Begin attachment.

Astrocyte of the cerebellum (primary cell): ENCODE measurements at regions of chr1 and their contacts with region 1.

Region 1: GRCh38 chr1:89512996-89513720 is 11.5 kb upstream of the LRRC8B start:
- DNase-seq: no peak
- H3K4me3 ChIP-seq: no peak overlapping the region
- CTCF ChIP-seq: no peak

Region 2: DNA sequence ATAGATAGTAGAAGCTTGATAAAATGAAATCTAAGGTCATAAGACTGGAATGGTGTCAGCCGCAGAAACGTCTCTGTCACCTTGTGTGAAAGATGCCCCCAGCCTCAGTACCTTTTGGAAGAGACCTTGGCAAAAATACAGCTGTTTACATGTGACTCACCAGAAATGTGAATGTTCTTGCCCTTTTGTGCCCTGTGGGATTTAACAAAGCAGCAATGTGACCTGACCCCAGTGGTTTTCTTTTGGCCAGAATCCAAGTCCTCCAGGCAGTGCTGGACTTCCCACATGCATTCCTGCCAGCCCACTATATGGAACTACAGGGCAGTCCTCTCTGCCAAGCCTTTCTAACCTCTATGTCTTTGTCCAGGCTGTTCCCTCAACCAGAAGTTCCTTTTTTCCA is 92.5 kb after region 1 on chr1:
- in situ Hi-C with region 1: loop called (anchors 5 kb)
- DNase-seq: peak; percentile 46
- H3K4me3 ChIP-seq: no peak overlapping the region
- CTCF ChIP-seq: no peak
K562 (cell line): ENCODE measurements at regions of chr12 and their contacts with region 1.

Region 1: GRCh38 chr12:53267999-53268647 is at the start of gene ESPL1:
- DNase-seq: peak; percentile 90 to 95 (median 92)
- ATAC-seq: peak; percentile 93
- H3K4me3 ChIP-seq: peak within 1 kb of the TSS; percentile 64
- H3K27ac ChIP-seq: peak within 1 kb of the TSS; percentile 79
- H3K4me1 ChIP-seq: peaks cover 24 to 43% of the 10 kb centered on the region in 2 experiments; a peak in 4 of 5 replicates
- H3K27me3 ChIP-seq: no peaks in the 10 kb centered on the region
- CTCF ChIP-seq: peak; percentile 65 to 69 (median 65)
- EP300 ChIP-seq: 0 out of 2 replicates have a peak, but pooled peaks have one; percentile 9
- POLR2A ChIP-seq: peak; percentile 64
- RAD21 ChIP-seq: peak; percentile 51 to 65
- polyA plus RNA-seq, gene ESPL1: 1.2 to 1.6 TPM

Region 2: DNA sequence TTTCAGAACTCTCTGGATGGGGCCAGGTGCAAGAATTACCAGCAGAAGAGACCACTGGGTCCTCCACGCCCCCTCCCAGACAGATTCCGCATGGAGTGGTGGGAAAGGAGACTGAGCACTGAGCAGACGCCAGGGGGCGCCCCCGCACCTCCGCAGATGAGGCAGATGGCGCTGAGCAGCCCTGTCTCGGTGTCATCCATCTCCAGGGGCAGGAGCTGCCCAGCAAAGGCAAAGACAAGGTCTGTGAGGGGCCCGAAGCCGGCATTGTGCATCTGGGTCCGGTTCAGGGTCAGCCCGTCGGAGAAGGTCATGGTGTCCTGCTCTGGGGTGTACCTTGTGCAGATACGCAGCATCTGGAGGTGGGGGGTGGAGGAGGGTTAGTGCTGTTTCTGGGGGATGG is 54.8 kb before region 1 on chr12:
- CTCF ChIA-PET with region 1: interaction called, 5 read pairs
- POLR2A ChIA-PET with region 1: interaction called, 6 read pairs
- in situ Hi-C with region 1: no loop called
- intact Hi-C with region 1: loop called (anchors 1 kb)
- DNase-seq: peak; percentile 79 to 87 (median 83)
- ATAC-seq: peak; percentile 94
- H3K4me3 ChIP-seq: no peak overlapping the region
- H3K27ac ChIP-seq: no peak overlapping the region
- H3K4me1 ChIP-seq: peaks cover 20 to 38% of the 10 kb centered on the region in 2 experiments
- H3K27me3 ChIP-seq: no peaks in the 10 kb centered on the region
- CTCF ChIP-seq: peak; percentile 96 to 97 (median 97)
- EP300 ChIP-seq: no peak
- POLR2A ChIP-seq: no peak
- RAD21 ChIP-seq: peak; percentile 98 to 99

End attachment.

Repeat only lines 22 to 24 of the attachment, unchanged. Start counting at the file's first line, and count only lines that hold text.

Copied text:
- RAD21 ChIP-seq: peak; percentile 51 to 65
- polyA plus RNA-seq, gene ESPL1: 1.2 to 1.6 TPM

Region 2: DNA sequence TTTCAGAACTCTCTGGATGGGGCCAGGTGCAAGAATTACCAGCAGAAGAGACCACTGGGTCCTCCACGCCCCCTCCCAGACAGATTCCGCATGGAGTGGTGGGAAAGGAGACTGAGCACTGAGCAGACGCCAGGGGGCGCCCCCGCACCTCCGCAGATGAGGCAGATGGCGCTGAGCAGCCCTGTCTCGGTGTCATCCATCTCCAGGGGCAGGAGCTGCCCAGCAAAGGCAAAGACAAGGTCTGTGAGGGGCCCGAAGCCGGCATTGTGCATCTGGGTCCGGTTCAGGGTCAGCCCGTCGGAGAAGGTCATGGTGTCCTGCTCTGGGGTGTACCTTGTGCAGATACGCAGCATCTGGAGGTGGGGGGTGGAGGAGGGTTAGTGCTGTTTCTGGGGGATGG is 54.8 kb before region 1 on chr12: